What is the difference between saving and investing?

Spending money can come naturally, but it’s not always clear how to make our money work for us. In this article, we’re going to break down the difference between saving and investing and provide three practical tips for you to make the most of your hard-earned cash.

So, what’s the difference between saving and investing?


Much like squirrels saving up acorns in a safe place until they need them again, think of saving as putting money aside for short-term goals or emergencies.

It’s like having a stash of cash that you can access when it’s needed. This might be for a holiday, birthdays, or an emergency such as replacing a household item.

You usually keep your savings in a savings account, and while it doesn’t earn a lot of interest, it’s safe and readily available when you want to spend it.



Different to saving, like a gardener planting an acorn with the intention of growing an oak tree, investing is about putting your money to work with the goal of earning a return over the long term.

Instead of keeping your money in a savings account, you put it into things like stocks, bonds, or property. Your money won’t be quite as easy to access if an emergency comes up, but these investments have the potential to make your money grow faster.

However, investing also comes with the risk of possibly losing some or all of the money you put it. A gardener must keep an eye on their plant to help it grow, but a bad spell of weather can come along that kills the plant and leaves the gardener without even the original acorn. As a rule of thumb, higher possible returns mean higher risk.

Three top tips

Set some goals

Start by setting some goals for your money. Maybe you want to save up for a new laptop or plan for a gap year adventure. Having specific goals gives you a reason to save and invest, making it more exciting because you can see your progress toward something awesome.

  • Be realistic: Make sure your goal is realistic based on your income and current financial situation. Setting a goal that’s too ambitious can be discouraging, while a goal that’s too easy may not motivate you to save.
  • Break down larger goals into smaller, manageable milestones: For example, if your goal is to save £1,000 for a holiday in a year, aim to save £83 per month. Smaller milestones make the goal seem less daunting and allow you to track your progress.
  • Review your goals: Remember that adjusting your goals over time is perfectly fine as your financial circumstances change. The key is to consistently save and make adjustments when necessary to ensure you’re on track to achieve your financial aspirations.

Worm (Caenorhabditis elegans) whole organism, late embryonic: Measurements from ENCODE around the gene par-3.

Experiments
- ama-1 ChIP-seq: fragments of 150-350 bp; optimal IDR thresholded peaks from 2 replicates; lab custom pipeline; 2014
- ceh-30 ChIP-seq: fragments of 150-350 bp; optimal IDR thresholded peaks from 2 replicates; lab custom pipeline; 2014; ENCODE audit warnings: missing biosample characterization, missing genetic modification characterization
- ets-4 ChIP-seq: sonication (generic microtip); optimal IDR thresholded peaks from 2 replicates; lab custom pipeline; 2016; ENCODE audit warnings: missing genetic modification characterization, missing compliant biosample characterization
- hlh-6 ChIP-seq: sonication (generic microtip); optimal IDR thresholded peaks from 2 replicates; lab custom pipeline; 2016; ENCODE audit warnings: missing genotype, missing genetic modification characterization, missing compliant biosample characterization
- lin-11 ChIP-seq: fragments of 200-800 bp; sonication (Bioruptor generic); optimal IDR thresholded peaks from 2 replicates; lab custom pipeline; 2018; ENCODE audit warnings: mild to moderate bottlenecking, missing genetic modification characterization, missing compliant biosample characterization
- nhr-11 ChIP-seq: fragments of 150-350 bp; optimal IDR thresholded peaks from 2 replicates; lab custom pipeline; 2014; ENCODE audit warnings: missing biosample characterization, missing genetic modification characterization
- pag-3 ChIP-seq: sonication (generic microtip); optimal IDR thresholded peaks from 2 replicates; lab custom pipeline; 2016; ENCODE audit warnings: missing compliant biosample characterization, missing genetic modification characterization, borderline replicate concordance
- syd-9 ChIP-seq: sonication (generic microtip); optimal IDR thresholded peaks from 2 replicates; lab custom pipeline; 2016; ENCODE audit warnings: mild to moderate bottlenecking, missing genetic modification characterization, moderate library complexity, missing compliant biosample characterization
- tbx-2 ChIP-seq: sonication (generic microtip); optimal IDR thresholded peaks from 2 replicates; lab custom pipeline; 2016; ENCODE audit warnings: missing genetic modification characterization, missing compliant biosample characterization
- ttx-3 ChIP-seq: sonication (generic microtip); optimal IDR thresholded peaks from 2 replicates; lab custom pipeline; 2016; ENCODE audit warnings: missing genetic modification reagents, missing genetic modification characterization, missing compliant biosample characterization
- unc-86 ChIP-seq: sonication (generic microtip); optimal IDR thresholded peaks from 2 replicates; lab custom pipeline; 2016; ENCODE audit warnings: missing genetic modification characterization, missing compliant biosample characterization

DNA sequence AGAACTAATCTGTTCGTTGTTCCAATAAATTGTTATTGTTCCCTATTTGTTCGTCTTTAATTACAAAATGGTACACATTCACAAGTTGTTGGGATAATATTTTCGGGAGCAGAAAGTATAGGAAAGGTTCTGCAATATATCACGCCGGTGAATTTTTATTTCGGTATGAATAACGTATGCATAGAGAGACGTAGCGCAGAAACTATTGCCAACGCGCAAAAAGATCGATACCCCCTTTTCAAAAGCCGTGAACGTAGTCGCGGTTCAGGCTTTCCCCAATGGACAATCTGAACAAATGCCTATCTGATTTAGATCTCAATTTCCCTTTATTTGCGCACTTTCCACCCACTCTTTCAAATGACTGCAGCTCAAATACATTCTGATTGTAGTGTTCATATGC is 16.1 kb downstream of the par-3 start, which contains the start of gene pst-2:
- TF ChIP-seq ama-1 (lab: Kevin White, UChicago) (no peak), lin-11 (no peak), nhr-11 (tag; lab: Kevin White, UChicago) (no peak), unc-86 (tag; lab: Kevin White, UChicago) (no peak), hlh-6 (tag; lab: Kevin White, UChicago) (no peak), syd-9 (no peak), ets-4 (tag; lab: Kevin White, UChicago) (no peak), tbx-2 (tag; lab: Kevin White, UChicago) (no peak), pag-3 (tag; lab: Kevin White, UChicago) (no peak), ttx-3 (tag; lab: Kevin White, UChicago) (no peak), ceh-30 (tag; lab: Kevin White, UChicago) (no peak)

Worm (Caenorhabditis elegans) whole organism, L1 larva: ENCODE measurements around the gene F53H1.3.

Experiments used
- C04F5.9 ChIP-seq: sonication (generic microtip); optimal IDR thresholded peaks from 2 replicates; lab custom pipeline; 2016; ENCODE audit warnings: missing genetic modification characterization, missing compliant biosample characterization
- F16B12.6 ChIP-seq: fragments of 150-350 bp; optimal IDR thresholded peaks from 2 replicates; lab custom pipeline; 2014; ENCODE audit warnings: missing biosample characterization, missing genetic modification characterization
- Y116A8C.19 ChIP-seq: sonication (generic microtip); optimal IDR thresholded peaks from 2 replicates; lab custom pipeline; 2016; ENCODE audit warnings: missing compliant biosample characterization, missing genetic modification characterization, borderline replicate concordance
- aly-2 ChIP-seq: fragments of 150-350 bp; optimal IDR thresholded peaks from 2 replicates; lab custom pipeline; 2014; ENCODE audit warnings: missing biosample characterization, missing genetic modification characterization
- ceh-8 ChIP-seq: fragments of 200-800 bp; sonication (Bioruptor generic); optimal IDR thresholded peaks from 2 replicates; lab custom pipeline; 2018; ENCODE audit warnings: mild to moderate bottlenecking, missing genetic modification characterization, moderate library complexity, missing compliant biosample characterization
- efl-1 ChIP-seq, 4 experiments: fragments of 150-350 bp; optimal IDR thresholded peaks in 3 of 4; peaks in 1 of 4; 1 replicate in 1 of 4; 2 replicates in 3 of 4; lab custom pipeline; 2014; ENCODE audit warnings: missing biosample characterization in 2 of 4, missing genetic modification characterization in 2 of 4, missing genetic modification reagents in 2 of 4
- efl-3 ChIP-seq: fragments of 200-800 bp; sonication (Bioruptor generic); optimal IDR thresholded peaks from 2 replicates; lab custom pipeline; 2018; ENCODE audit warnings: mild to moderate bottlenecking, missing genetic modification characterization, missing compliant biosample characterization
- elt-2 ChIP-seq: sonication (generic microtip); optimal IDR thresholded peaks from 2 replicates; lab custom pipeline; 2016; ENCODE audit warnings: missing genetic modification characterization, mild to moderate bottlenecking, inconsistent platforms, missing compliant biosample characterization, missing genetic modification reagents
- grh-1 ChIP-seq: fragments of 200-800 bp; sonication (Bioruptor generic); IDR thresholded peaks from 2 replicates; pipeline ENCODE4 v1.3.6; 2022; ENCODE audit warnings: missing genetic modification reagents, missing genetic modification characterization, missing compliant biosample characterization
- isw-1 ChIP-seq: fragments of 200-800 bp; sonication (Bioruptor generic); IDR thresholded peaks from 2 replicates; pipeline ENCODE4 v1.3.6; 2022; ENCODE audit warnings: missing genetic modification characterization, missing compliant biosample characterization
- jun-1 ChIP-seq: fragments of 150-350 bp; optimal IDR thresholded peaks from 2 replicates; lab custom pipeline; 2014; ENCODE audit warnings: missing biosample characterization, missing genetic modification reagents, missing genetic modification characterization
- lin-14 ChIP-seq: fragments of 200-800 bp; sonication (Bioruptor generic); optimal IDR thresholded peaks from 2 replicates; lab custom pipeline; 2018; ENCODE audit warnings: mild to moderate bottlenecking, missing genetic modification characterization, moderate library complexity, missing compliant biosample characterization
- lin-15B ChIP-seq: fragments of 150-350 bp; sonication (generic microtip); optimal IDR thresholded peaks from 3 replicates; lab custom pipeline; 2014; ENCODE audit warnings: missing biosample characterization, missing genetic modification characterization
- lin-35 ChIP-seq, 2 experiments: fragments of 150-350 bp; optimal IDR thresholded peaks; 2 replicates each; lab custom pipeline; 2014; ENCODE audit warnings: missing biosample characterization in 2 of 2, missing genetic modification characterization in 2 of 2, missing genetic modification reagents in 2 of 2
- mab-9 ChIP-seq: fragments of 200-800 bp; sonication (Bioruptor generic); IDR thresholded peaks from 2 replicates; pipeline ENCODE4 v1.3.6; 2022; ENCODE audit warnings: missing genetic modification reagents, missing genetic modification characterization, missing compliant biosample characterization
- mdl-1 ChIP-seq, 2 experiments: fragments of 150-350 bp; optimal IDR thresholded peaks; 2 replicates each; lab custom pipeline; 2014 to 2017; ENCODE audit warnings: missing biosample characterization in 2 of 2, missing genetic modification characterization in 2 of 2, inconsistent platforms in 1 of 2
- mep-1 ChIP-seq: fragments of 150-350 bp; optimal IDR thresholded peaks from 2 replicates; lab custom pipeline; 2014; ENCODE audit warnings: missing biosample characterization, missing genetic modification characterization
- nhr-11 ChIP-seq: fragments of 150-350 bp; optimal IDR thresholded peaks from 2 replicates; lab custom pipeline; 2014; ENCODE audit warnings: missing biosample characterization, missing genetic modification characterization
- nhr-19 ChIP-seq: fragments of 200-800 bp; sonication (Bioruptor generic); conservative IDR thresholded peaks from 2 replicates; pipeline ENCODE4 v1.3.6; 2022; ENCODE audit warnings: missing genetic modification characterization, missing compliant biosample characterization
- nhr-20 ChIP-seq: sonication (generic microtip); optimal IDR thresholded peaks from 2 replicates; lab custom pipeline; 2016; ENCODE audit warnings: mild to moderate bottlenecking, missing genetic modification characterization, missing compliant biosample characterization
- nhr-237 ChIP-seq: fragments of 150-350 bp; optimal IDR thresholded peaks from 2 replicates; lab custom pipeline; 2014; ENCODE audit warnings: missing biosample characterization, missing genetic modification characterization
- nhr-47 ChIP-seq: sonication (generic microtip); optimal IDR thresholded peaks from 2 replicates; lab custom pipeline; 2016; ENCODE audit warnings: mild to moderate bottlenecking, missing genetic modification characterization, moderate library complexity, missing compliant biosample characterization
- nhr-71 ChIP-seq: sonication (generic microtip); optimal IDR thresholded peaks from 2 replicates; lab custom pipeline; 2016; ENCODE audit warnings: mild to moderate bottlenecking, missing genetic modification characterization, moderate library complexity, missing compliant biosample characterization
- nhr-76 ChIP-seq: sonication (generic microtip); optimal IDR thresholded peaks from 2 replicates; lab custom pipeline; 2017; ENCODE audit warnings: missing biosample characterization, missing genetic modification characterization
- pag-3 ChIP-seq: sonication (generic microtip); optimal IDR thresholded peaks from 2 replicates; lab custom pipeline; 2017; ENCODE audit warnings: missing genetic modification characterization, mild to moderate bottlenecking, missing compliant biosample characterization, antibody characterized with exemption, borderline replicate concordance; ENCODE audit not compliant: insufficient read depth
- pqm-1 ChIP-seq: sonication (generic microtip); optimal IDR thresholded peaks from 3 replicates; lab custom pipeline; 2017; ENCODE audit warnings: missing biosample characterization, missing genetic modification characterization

Build a savings safety net

Before diving into investments, start by creating a savings account for emergencies. Having this safety net will protect you from unexpected expenses, such as replacing a broken laptop or a dental bill.

  • Work out how much you should save for emergencies: As a rule of thumb, aim to save up the equivalent of what you spend over 3-6 months. This is the amount experts have found covers most emergencies. 
  • Create a separate savings account for the fund: Building an emergency fund takes time and discipline. To prevent the temptation of dipping into your emergency fund for non-emergencies, open a separate savings account specifically for this purpose. Choose an account with easy access to your funds. 
  • Top up the fund after using it: If you ever need to use your emergency fund for a genuine emergency, make it a priority to top the fund back up as soon as possible. Increase your monthly savings contributions until the fund is back at your goal level. 

Start small and steady when investing

You don't need a lot of money to start investing. In fact, you can begin with as little as £10 or £20. This way, you can learn the ropes without risking too much.

  • Learn About the Basics of Investing: The world of investing may seem complex, but it’s worth understanding. Start by learning about the stock market, where companies’ shares are bought and sold. You don’t need to become a financial expert, but having a basic understanding of how investments work can be empowering. 
  • Diversify Your Investments: Diversification is a fancy word that means not putting all your eggs in one basket. Instead of investing all your money in one company or one type of investment, spread it out. Diversification can help reduce the risk of losing all your money if one investment doesn’t perform well. A Stocks and Shares ISA (Individual Savings Account) can help you manage a diverse range of investments in one place. 
  • Start with Stocks and Shares ISA: Consider opening a Stocks and Shares ISA (Individual Savings Account) with a high-street bank. It will allow you to invest small amounts regularly and to manage a diverse range of investments – all within a normal banking app.


Saving and investing are both essential tools to make your money work for you. While saving provides security and easy to access funds, investing offers the potential for higher growth in the long-term but comes with risks.

Remember to set clear goals, build a savings safety net first and then start small and steady when you begin investing.

As you gain confidence and knowledge, you’ll be better equipped to make smart money decisions and set you on the path to financial freedom and success in the years to come. It’s your journey, and with the right tools and knowledge, you’ve got this!

Related Articles

Skip to content